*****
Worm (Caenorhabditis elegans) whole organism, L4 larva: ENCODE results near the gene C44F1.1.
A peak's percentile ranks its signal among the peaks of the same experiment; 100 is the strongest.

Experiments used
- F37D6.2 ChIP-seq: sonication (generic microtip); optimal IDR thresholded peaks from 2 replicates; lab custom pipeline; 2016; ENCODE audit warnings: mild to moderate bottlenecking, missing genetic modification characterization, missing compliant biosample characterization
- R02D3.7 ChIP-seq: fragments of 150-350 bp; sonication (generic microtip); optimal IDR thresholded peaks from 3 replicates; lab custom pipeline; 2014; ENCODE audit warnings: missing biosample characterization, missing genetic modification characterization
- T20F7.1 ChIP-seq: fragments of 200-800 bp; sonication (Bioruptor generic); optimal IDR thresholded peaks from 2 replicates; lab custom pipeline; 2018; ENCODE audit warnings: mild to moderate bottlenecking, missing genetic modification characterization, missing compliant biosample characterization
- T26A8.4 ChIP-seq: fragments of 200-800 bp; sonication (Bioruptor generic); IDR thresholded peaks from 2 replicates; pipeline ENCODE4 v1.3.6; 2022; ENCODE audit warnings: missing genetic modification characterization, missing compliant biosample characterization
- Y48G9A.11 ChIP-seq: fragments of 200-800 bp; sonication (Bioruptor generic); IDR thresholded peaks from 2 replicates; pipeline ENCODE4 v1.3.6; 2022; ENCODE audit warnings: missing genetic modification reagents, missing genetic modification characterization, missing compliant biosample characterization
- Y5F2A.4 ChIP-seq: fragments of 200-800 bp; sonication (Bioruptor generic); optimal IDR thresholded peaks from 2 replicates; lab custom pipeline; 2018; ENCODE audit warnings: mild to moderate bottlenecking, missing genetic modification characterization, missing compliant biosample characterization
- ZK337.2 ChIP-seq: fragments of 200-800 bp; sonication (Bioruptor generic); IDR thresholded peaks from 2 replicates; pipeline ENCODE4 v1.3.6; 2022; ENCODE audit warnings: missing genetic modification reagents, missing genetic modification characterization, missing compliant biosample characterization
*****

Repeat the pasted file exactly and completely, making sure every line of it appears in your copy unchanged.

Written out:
Worm (Caenorhabditis elegans) whole organism, L4 larva: ENCODE results near the gene C44F1.1.
A peak's percentile ranks its signal among the peaks of the same experiment; 100 is the strongest.

Experiments used
- F37D6.2 ChIP-seq: sonication (generic microtip); optimal IDR thresholded peaks from 2 replicates; lab custom pipeline; 2016; ENCODE audit warnings: mild to moderate bottlenecking, missing genetic modification characterization, missing compliant biosample characterization
- R02D3.7 ChIP-seq: fragments of 150-350 bp; sonication (generic microtip); optimal IDR thresholded peaks from 3 replicates; lab custom pipeline; 2014; ENCODE audit warnings: missing biosample characterization, missing genetic modification characterization
- T20F7.1 ChIP-seq: fragments of 200-800 bp; sonication (Bioruptor generic); optimal IDR thresholded peaks from 2 replicates; lab custom pipeline; 2018; ENCODE audit warnings: mild to moderate bottlenecking, missing genetic modification characterization, missing compliant biosample characterization
- T26A8.4 ChIP-seq: fragments of 200-800 bp; sonication (Bioruptor generic); IDR thresholded peaks from 2 replicates; pipeline ENCODE4 v1.3.6; 2022; ENCODE audit warnings: missing genetic modification characterization, missing compliant biosample characterization
- Y48G9A.11 ChIP-seq: fragments of 200-800 bp; sonication (Bioruptor generic); IDR thresholded peaks from 2 replicates; pipeline ENCODE4 v1.3.6; 2022; ENCODE audit warnings: missing genetic modification reagents, missing genetic modification characterization, missing compliant biosample characterization
- Y5F2A.4 ChIP-seq: fragments of 200-800 bp; sonication (Bioruptor generic); optimal IDR thresholded peaks from 2 replicates; lab custom pipeline; 2018; ENCODE audit warnings: mild to moderate bottlenecking, missing genetic modification characterization, missing compliant biosample characterization
- ZK337.2 ChIP-seq: fragments of 200-800 bp; sonication (Bioruptor generic); IDR thresholded peaks from 2 replicates; pipeline ENCODE4 v1.3.6; 2022; ENCODE audit warnings: missing genetic modification reagents, missing genetic modification characterization, missing compliant biosample characterization